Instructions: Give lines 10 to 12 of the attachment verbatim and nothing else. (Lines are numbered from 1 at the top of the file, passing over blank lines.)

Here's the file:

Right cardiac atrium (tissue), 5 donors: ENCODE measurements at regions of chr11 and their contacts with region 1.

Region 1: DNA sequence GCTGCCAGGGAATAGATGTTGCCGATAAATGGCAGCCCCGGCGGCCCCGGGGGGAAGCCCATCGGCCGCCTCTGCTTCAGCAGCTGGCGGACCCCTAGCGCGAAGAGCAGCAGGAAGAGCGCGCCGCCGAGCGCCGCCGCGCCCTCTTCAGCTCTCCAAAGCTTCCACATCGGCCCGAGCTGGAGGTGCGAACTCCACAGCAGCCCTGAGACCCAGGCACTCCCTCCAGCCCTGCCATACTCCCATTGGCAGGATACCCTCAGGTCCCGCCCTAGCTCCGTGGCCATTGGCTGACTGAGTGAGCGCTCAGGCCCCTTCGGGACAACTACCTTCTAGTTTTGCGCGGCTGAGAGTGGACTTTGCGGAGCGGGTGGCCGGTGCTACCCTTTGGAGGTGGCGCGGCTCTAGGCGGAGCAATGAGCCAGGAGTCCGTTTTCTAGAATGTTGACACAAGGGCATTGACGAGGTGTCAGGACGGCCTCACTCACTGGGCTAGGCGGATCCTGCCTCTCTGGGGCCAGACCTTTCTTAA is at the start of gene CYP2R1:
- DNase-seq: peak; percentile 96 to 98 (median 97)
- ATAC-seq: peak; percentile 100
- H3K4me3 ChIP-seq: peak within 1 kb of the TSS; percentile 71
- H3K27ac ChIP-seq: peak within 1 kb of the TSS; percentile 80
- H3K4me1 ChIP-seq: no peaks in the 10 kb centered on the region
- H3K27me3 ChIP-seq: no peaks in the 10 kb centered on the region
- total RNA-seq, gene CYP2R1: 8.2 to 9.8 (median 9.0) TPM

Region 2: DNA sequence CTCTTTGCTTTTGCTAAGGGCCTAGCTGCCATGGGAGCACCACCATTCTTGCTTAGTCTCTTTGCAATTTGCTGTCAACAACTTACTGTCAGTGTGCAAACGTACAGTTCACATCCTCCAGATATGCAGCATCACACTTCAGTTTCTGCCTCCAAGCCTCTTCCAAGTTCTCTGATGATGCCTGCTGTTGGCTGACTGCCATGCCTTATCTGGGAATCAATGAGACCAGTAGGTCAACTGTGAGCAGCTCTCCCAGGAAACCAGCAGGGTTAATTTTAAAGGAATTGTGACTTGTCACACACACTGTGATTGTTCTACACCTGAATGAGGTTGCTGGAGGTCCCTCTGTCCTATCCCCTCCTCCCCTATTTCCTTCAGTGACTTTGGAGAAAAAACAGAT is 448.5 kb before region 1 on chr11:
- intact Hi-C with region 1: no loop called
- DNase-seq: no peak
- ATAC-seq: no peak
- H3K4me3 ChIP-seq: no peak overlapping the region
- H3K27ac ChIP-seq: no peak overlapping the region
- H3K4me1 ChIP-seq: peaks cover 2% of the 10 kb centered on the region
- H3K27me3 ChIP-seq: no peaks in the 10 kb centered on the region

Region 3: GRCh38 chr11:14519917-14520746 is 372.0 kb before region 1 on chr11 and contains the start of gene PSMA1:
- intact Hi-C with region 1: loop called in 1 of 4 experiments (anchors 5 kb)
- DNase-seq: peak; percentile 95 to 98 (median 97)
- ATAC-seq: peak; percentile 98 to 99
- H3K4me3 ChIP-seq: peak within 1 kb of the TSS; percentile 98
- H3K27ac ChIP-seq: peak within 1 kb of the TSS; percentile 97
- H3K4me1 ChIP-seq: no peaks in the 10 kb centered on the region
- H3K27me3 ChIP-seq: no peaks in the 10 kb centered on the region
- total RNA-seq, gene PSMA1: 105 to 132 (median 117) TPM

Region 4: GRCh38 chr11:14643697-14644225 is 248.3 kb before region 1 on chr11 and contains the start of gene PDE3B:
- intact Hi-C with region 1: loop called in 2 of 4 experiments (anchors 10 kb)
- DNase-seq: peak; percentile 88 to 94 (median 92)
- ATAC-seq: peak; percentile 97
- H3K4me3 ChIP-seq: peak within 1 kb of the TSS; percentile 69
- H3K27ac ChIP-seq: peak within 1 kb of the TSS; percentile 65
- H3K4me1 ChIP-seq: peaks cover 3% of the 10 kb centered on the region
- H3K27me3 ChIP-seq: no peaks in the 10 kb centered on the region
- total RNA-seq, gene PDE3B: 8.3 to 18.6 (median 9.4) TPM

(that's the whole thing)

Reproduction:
Region 2: DNA sequence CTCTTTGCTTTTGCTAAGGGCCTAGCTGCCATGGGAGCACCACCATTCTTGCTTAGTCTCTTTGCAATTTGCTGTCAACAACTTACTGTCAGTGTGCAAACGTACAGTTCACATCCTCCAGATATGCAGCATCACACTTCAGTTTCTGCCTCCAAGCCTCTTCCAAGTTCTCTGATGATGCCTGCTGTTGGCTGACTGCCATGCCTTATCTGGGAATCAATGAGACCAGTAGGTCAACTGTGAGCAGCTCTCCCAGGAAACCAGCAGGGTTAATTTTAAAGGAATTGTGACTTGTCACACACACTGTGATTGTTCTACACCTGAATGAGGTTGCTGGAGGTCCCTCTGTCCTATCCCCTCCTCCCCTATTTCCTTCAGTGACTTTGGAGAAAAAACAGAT is 448.5 kb before region 1 on chr11:
- intact Hi-C with region 1: no loop called
- DNase-seq: no peak